When individual or businesses reach the point where they absolutely cannot pay their debts, our laws in the United Kingdom give them the ability to declare themselves bankrupt. This not a decision any business wants to be put in, but it means that some or even all of their debts can be written off (reduced or cancelled), or they can organise a to pay back a fraction of what they owe at a level they can manage e.g. monthly payments, and their trustees have to accept that they will not get all of their money back. On the contrary there are no such options like these for the governments of struggling, impoverished countries and there are no international laws exist to protect them. If they need money to develop they borrow from: other governments, the World Bank, the International Momentary Fund (IMF) and in some cases even High street banks. When LEDCS (Less economically developed countries) are in excessive amounts of debt they have no choice but are forced into spending more on repayments than on helping their own people, which means the country doesn’t have enough for infrastructure and falls into a void of economic degradation. Governments of LEDCS owe huge sums to wealthy countries and the international banks they borrowed from. Many LEDCS borrowed money to try to develop their country (e.g. by building motorways, hospitals and schools). Although they were given aid by the MEDCS this often comes with ‘strings attached’ and the amount of aid wasn’t enough to raise the living standards in the LEDC quickly enough. The people of these countries are in debtor’s prison because they are unable to access the freedom that better health, education and social development could bring.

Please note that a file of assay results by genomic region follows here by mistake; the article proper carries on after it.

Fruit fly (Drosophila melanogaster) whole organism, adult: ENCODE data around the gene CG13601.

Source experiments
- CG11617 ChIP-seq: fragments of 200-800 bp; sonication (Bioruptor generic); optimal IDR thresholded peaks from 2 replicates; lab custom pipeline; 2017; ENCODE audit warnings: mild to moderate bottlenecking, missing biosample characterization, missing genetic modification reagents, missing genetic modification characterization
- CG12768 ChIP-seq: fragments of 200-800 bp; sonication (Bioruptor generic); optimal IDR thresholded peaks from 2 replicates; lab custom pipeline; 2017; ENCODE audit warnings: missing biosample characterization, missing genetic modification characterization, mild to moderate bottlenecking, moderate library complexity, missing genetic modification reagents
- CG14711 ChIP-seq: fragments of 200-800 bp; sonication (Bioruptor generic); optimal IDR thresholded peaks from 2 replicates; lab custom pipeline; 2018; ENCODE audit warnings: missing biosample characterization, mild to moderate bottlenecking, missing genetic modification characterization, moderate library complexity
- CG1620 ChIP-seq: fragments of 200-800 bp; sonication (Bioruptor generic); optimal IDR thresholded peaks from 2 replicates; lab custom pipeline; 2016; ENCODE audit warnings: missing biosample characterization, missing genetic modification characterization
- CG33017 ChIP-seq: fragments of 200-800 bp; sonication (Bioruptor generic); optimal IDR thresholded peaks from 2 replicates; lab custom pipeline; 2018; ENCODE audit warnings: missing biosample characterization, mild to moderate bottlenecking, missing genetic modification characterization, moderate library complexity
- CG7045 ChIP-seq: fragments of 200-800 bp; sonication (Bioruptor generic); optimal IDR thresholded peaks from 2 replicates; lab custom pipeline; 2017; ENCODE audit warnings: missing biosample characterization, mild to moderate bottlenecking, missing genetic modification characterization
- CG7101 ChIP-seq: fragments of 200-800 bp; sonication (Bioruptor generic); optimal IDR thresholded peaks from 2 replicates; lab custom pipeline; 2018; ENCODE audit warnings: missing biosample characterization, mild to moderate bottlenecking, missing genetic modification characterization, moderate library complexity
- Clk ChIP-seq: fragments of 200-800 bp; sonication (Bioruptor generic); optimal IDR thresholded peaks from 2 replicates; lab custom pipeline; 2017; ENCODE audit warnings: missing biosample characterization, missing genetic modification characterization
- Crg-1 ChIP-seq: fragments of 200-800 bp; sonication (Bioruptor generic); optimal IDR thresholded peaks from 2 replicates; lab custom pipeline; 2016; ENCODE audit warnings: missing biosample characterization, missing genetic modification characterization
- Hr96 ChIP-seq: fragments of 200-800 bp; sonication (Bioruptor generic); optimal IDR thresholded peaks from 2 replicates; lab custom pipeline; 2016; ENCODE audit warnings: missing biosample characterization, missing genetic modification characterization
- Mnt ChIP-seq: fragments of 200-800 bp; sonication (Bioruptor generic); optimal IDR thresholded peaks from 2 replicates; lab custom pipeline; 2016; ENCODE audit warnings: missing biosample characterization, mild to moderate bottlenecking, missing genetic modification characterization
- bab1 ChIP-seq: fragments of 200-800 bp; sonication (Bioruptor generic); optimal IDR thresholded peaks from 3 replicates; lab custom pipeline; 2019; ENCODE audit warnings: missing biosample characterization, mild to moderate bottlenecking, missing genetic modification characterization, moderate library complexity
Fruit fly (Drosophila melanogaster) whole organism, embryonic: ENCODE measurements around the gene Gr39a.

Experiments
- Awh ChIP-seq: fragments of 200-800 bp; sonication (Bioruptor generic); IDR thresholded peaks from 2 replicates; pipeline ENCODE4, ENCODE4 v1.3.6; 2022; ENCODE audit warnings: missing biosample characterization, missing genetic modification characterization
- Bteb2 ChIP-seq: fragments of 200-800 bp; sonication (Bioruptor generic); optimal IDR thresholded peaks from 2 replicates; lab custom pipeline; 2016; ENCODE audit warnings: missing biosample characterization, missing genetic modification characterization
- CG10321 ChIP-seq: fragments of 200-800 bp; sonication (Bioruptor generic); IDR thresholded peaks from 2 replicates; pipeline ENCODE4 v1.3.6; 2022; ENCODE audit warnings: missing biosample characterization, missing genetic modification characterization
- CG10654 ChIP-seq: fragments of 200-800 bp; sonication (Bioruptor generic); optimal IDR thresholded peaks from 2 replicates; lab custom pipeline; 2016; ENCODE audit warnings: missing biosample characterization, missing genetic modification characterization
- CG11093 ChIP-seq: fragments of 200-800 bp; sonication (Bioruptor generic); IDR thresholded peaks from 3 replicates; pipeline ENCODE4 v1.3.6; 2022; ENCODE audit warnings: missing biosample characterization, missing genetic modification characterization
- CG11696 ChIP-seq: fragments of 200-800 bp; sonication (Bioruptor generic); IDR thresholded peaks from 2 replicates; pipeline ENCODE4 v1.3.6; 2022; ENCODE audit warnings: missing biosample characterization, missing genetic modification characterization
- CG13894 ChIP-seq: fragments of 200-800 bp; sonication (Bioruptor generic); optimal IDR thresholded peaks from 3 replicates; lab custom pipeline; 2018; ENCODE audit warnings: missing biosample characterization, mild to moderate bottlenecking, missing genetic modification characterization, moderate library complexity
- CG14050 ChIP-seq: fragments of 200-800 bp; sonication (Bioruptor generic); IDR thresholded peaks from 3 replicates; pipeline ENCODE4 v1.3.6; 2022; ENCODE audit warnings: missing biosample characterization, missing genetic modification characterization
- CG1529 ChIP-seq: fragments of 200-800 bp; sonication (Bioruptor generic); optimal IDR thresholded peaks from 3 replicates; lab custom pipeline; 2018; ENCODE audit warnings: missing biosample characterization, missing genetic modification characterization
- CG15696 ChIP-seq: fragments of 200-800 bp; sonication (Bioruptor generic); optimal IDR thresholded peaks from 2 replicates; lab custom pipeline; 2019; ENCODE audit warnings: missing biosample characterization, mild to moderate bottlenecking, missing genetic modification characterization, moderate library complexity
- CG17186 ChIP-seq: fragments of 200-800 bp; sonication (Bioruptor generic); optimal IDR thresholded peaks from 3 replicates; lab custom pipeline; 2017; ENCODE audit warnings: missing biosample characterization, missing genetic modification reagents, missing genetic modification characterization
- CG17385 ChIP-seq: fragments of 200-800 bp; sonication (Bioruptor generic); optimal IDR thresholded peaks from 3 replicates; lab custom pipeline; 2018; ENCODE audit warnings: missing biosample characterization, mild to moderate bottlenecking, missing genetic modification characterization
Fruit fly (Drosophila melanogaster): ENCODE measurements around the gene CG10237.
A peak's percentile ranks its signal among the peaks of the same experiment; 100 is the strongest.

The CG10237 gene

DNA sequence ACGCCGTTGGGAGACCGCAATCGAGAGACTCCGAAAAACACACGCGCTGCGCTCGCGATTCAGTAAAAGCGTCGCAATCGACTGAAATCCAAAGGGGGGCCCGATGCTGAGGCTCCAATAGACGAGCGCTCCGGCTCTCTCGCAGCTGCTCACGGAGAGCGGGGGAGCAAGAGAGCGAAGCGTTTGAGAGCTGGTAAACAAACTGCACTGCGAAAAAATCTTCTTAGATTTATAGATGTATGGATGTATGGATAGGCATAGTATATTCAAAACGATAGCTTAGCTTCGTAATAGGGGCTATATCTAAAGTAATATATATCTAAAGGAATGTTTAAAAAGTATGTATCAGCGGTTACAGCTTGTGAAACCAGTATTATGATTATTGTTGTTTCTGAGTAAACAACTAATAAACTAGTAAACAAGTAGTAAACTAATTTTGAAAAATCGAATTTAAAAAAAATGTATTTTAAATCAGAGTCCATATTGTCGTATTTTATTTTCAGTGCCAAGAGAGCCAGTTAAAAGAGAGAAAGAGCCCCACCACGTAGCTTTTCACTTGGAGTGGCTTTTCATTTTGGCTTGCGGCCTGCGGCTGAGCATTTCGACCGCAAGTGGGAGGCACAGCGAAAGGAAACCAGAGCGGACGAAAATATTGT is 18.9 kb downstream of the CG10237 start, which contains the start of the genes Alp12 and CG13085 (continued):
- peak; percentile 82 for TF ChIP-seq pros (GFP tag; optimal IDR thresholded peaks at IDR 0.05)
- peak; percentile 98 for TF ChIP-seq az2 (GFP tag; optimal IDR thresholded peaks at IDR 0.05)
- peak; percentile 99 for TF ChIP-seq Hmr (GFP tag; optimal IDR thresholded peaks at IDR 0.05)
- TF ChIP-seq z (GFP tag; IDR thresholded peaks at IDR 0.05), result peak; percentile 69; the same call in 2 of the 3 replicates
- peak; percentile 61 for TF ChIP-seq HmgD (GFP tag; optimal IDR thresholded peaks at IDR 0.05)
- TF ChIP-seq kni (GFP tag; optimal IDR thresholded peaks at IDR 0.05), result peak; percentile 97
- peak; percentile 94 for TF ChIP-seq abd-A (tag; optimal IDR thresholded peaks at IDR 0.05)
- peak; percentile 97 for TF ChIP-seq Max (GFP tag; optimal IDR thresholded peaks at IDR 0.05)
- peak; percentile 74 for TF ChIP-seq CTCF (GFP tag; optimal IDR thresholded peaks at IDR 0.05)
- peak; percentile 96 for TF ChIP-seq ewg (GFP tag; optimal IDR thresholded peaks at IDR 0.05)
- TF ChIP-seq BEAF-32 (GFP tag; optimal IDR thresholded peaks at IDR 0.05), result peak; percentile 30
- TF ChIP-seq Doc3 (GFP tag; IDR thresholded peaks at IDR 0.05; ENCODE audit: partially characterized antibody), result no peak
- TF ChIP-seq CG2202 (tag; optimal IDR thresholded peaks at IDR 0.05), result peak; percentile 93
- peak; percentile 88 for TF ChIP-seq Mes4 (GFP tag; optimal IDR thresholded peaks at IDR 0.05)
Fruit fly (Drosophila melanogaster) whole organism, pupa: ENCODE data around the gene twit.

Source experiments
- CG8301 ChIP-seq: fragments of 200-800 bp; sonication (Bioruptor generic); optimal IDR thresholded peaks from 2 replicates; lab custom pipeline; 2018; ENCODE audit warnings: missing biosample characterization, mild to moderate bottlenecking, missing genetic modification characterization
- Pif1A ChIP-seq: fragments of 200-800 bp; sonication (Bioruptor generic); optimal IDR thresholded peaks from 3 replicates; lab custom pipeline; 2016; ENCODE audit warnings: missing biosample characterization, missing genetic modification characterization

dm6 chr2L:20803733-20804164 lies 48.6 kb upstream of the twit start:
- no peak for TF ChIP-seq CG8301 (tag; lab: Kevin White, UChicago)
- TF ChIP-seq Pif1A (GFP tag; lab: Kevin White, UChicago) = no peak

Third World Debt – Brief History
Millions of people in the world’s poorest countries are confined by debt. Debts run up by governments on their behalf. Debts that were started up as easy credit pushed by rich lender. Debts that enrich these lenders further but leave children malnourished, and families living in desperate poverty. The flow diagram below shows how debt crises rose in the 70s and 80s.
Why should debt be cancelled?
When money is loaned to poorer countries for development it should be done on fair terms and in a responsible way that leads to improved quality of life and opportunities for the millions who are trapped in the poverty cycle. Some debts are even run up by the previous colonial regimes and then passed on to newly liberated countries, essentially meaning they were born into debt. Therefore a large proportion of poor country debt is unjust. One example of this would be Haiti. Haiti is an LEDC and suffered from a severe earthquake only a few years ago. It was also a colony owned by the French during the slave trade. After liberating the country the French declared that Haiti was in debt and should pay a certain amount of money back to the country